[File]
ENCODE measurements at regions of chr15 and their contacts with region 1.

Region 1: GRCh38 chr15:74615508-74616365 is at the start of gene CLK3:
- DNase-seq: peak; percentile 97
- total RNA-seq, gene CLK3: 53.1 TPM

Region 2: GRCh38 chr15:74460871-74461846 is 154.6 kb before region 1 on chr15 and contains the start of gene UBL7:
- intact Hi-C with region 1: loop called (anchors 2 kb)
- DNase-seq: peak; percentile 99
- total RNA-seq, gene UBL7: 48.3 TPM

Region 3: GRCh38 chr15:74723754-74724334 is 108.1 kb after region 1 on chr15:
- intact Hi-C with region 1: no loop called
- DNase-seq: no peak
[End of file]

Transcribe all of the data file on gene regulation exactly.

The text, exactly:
ENCODE measurements at regions of chr15 and their contacts with region 1.

Region 1: GRCh38 chr15:74615508-74616365 is at the start of gene CLK3:
- DNase-seq: peak; percentile 97
- total RNA-seq, gene CLK3: 53.1 TPM

Region 2: GRCh38 chr15:74460871-74461846 is 154.6 kb before region 1 on chr15 and contains the start of gene UBL7:
- intact Hi-C with region 1: loop called (anchors 2 kb)
- DNase-seq: peak; percentile 99
- total RNA-seq, gene UBL7: 48.3 TPM

Region 3: GRCh38 chr15:74723754-74724334 is 108.1 kb after region 1 on chr15:
- intact Hi-C with region 1: no loop called
- DNase-seq: no peak